Glaucoma and Pachymetry

(Corneal Thickness)

Glaucoma is a condition where the pressure inside the eye is too high and there is damage to the structures inside the eye which can lead to decreased vision. The treatment of glaucoma includes decreasing the pressure so damage is prevented altogether or at least its progression is stopped. The examination for glaucoma includes measurement of vision, side vision [visual field], pressure inside the eye, the “drainage” area [“angle”] inside of the eye and very careful evaluation of the optic nerve. Even with all these techniques and measurements, sometimes the question still is not fully answered whether glaucoma exists or not, and, if it does, is it being treated the best way possible.

Ultrasonic pachymetry is a method to measure the thickness of the cornea to within a few microns. The normal cornea is about 550 microns thick. One thousand [1000] microns make one millimeter.

Recently published national studies involving hundreds of people have linked the thickness of the cornea to glaucoma. These studies have shown that if the cornea is too thin, the pressure reading that is taken will be falsely low. The real pressure inside the eye would be higher. The cornea, being thin and “floppy” does not have enough “strength” or “stiffness” against the probe and it indents the eye too much. This gives a falsely low reading with the “real” pressure being much higher. This underestimation of the pressure may give a false feeling that all’s well when in fact it may not be.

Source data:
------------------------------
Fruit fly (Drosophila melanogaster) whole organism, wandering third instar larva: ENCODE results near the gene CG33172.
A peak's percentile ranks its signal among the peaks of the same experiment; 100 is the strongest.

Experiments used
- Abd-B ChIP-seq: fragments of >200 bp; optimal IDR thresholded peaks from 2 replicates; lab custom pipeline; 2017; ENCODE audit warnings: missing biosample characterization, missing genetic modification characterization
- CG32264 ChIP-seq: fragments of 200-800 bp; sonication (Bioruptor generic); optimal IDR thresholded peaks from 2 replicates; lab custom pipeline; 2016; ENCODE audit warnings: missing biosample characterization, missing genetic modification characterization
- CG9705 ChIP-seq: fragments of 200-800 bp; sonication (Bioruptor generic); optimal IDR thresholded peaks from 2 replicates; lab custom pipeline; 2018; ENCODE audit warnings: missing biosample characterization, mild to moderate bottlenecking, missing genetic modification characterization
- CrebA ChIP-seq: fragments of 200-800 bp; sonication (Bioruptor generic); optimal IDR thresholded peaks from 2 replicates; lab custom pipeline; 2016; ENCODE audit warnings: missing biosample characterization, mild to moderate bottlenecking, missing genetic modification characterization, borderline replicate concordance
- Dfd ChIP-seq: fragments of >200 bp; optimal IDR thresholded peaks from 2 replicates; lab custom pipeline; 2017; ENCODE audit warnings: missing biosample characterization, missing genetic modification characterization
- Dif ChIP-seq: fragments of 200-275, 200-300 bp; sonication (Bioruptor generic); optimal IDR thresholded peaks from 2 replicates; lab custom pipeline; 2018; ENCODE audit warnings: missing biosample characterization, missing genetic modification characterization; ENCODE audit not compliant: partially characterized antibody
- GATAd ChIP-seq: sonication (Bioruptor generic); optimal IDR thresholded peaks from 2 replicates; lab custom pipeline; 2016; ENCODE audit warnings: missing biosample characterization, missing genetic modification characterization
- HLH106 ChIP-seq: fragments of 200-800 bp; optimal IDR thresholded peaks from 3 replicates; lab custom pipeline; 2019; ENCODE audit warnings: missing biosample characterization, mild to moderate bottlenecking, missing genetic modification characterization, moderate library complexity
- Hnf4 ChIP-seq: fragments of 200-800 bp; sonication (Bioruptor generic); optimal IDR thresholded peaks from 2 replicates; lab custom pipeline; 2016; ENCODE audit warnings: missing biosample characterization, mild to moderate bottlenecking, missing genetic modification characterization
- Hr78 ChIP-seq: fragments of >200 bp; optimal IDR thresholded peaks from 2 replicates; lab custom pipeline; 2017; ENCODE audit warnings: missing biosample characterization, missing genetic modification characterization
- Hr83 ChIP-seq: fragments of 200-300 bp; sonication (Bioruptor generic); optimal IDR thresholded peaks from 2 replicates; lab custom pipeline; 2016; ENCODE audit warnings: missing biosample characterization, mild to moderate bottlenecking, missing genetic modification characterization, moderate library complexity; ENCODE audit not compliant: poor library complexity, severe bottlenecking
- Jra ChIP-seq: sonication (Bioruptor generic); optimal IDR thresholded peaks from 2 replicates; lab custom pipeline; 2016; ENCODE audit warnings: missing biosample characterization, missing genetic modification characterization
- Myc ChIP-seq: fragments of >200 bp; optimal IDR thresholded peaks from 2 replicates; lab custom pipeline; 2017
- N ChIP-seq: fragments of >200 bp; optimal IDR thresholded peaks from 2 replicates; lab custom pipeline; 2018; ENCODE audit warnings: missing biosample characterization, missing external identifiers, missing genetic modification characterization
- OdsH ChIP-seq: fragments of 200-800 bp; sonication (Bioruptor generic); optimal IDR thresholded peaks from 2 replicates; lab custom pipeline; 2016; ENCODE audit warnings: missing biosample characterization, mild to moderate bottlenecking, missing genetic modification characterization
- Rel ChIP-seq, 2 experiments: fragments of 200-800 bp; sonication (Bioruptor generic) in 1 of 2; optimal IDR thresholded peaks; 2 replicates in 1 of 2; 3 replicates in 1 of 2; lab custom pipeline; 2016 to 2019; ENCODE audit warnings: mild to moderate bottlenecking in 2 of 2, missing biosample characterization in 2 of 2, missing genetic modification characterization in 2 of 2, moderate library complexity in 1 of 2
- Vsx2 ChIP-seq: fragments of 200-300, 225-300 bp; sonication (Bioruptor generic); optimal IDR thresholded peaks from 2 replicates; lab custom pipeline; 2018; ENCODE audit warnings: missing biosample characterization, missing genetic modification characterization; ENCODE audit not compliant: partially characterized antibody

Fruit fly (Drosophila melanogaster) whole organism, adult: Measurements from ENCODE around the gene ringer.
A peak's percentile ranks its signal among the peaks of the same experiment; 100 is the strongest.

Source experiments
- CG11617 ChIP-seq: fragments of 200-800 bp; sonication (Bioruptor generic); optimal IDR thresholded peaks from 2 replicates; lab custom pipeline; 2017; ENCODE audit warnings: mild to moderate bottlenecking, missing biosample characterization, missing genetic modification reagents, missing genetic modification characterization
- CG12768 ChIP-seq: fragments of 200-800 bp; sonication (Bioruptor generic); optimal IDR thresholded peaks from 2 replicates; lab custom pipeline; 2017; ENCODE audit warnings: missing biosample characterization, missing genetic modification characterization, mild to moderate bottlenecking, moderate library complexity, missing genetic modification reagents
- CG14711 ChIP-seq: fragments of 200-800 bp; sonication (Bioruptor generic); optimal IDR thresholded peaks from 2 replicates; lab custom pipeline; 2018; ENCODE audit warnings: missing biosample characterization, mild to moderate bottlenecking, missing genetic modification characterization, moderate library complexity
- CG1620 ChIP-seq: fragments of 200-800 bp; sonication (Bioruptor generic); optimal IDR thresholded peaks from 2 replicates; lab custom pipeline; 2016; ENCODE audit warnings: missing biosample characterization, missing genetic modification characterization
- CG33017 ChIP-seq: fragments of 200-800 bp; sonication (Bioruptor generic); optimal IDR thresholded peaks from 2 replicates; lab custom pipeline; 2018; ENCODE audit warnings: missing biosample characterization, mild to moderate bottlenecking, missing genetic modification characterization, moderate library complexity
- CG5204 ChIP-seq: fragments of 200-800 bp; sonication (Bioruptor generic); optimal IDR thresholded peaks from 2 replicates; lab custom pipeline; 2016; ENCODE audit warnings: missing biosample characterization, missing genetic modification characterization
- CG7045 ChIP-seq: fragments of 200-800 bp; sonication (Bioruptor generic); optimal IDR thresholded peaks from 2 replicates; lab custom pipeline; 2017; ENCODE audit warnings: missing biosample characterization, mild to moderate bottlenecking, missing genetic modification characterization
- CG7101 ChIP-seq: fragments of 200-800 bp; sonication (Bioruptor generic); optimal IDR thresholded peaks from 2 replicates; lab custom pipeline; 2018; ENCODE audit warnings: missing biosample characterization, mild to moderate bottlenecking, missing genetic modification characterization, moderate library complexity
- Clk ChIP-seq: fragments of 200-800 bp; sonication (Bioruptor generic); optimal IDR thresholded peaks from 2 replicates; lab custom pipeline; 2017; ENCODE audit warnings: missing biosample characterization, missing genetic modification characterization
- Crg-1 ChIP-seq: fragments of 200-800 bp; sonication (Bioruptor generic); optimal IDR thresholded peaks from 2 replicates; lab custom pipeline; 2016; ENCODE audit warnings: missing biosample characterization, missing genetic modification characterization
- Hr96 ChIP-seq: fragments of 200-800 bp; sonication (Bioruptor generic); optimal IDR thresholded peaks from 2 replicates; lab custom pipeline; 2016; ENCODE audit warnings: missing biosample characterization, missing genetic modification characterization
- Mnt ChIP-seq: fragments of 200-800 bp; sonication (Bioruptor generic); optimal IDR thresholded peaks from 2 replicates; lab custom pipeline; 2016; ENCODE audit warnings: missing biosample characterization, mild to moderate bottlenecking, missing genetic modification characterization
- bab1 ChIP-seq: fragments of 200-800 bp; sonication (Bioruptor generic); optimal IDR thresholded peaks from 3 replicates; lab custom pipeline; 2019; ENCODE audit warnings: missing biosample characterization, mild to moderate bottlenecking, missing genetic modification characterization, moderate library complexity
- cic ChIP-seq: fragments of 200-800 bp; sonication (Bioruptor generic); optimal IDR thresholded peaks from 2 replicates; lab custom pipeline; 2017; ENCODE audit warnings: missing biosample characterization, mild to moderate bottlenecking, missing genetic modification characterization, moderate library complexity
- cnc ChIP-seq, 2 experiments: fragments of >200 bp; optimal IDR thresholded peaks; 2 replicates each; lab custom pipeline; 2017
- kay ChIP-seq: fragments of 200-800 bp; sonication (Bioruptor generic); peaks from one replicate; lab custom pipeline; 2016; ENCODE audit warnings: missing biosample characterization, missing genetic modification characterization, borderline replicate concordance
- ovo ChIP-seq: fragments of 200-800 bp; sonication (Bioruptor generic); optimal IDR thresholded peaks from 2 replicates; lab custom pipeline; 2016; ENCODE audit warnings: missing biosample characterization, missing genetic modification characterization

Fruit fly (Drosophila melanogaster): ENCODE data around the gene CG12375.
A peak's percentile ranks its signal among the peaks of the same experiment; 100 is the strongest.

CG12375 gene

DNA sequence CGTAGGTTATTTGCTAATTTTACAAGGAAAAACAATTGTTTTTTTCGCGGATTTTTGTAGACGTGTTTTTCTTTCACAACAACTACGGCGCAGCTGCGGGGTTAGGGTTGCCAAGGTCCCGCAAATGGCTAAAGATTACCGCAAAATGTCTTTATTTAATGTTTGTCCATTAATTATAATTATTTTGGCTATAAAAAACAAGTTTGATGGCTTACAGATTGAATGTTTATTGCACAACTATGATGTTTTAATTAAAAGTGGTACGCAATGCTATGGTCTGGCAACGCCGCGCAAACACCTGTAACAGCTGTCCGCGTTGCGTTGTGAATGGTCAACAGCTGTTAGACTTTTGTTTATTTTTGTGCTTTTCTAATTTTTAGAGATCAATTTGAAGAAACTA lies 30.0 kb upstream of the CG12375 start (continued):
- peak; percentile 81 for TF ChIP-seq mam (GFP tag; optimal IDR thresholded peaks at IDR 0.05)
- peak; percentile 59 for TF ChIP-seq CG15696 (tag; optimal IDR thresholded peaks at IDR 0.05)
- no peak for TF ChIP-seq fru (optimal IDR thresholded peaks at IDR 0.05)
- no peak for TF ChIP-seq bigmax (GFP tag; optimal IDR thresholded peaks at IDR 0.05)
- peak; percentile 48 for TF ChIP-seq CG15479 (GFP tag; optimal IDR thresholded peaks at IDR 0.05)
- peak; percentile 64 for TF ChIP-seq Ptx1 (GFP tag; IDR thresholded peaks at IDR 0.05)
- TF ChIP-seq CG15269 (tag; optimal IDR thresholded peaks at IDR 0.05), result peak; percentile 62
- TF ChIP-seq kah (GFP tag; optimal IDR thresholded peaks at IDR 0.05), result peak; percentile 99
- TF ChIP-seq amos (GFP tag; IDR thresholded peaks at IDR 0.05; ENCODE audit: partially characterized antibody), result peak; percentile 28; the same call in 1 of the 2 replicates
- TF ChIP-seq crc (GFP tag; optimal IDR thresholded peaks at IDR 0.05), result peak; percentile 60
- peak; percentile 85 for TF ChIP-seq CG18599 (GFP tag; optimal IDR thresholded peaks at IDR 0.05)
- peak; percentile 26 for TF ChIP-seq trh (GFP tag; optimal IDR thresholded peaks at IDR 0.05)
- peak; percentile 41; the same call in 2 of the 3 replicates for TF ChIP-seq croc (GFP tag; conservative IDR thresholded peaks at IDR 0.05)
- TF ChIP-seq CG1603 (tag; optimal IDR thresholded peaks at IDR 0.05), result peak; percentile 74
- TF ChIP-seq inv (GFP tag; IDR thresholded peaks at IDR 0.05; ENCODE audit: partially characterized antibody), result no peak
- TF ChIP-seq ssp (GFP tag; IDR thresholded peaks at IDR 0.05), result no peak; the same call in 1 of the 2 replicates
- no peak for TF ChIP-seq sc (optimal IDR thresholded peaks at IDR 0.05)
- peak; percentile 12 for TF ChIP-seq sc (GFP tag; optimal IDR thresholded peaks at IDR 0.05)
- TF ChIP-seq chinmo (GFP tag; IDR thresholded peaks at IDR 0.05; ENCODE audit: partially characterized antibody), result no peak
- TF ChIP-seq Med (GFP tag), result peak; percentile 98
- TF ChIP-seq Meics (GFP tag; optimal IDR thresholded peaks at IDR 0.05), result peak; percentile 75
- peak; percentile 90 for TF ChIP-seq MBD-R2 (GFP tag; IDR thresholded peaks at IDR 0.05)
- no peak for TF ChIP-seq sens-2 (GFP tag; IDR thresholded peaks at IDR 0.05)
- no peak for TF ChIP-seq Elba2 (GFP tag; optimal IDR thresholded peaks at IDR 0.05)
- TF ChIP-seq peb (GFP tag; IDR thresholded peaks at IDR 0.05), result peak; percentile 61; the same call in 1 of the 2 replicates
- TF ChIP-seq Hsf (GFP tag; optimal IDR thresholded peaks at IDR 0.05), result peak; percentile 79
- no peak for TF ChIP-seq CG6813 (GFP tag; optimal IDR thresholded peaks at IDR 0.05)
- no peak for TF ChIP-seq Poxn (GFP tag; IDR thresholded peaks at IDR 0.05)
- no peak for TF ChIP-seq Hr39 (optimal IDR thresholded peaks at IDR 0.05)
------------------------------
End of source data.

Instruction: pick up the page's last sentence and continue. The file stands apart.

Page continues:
For example, if someone has the common type of glaucoma, is being treated with drops and has a pressure of 18 [ the normal pressure is about 10-21] the conclusion would be that this person is being treated well and there is “good” pressure control. If however the corneal thickness is too low, the actual pressure may be above the upper limit of normal and more aggressive treatment may be necessary.

On the other hand, if someone has high pressures and the corneal measurement is thicker than normal, this pressure may be a falsely high. The thicker cornea may be too “stiff” to allow the probe to measure the eye accurately enough and the pressure would be overestimated. This type of person can be more safely examined periodically to look for other signs of glaucoma to guide treatment if necessary.

Corneal pachymetry is now considered the “standard of care” for everyone with glaucoma or who is at risk of developing glaucoma. Pachymetry shows the thickness of the cornea and is a very quick and painless test. It involves using an anesthetic drop on the eye and then gently touching it with a probe. The results take only a few seconds to appear. It need be done only once as the results are stable throughout life.

Currently, there is no reimbursement from Medicare or any other insurance companies for this test. In the not too distant future, there will probably be an approval code to reimburse for this test.

Please feel free to discuss the importance of this test or any reimbursement issues with this office.